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More Eagle Facts
Only fifty percent of Bald Eagle fledglings will survive their first year. Only two species of eagle are known to breed on the North American continent. One, of course, is the bald eagle. Immature bald eagles are often mistaken for the other North American native, the golden eagle. The golden eagle has a distinctive crown of feathers on the head and neck from which it derives its descriptive name. The golden eagle also has feathers all the way to its toes, unlike the bald eagle, which has featherless feet. Golden eagles also prefer rugged uplands to the watery habitat of the bald eagle. The bald eagle, scientifically known as Haliaeetus leucocephalus, meaning white-headed sea eagle, is not true to its name it our modem language. A bald eagle is, of course, not bald. This eagle was named at a time when “bald” was a common description of white markings on the face or head of an animal. The eagle belongs to the order Falconiformes, a grouping of birds that includes about 275 species worldwide. This order includes those birds considered carnivores by virtue of their unique design, which enables them to hunt and eat meat. The eagles’ razor-sharp talons, hooked beak, and keen eyesight all aid these remarkable birds in the hunt. Eagles tend to use the same nests year after year. Each spring, they repair and refurbish the nest until it meets their approval. These continual additions to the nest enlarge it to enormous proportions. One observed nest measured eight feet in diameter and probably weighed over two tons. If an eagle’s nest is destroyed for any reason, they are known to build another very close by. Once the nest has been made egg-worthy the female lays one to three eggs, each a day apart. Incubation begins immediately with the female shouldering most of the nest-sitting duties. Her mate takes on the responsibility of hunting for both of them while they wait for the first egg to hatch, approximately five to six weeks after it was laid. Once the chicks hatch, they require near-constant attention and protection from the elements, with both parents now sharing the responsibilities. Perhaps the greatest survival challenge for eaglets in the nest comes from each other. Since the eggs are laid a day or two apart, the first-hatching chick will have a head start on second or third chicks. The larger chick will peck at and attack the smaller chick(s), gobbling up the lion’s share of the food that the adults bring to the nest. Many second- and third-hatching eaglets fail to live beyond the first two weeks. Strangely enough, adults do not try to protect the eaglets from each other. Even if the fledgling eagle survives life in the nest, the battle is not yet won.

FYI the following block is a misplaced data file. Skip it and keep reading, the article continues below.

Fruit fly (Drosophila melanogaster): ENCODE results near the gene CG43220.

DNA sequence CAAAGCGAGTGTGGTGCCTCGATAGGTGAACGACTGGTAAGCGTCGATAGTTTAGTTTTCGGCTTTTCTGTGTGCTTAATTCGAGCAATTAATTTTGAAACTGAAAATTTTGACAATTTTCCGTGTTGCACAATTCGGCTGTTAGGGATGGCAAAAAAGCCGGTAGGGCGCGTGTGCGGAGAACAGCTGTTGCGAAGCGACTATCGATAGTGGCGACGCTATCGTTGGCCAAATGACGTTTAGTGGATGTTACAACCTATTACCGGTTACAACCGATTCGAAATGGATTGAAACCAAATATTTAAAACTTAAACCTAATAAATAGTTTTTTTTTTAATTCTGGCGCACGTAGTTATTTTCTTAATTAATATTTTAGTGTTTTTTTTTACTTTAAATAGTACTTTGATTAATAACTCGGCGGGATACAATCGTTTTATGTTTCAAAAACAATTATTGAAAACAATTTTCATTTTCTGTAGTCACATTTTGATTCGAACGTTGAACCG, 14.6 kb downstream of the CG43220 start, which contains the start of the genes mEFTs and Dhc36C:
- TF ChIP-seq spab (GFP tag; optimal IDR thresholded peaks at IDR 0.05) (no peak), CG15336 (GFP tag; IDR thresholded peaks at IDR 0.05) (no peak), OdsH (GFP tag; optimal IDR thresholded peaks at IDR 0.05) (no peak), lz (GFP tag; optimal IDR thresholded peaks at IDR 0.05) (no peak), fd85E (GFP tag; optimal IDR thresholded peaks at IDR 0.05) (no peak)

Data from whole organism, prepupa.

Young eagles take time to achieve the grace and know-how of an adult. This can be particularly disadvantageous with the coming of winter or in times of food shortage; only about fifty percent of bald eagle chicks will survive their first year. Despite this grim statistic, under normal conditions the number of young eagles that do make it is more than enough to sustain the current population. Bald eagle migration can take many forms. Some eagles stay in their nesting and breeding grounds year round if food is ample and waterways remain open for fishing. Others travel a considerable distance to find a suitable place to spend the frigid months ahead. Some will even travel as far south as Texas from Canada and Alaska to spend the cold winter months. Eagles are leisurely migrators. They ride obliging wind currents, traveling 100-125 miles per day, typically hunting in the morning and migrating in the afternoon when flight-enhancing thermals are more likely to occur. Once the eagle arrives at its destination it settles in for a relatively relaxing winter spent roosting and waiting for its life cycle to begin anew with the warm winds of spring. Despite its status as our national symbol, the bald eagle has not always enjoyed widespread popularity and acceptance. Once thought to be an insatiable predator with a taste for the kill, thousands of blameless birds were shot on sight by ranchers and sportsmen intent on protecting livestock and wild game. In truth, most of the “kills” attributed to eagles were actually the victims of other predators or natural phenomena. Eagles have faced serious survival challenges from other sources including DDT poisoning, accidental trapping and electrocution on power lines. The conservation movements of the 1970’s, however, made great strides in the understanding and preservation of the eagle. Today the survival of this most magnificent bird is a certainty - its legacy will endure.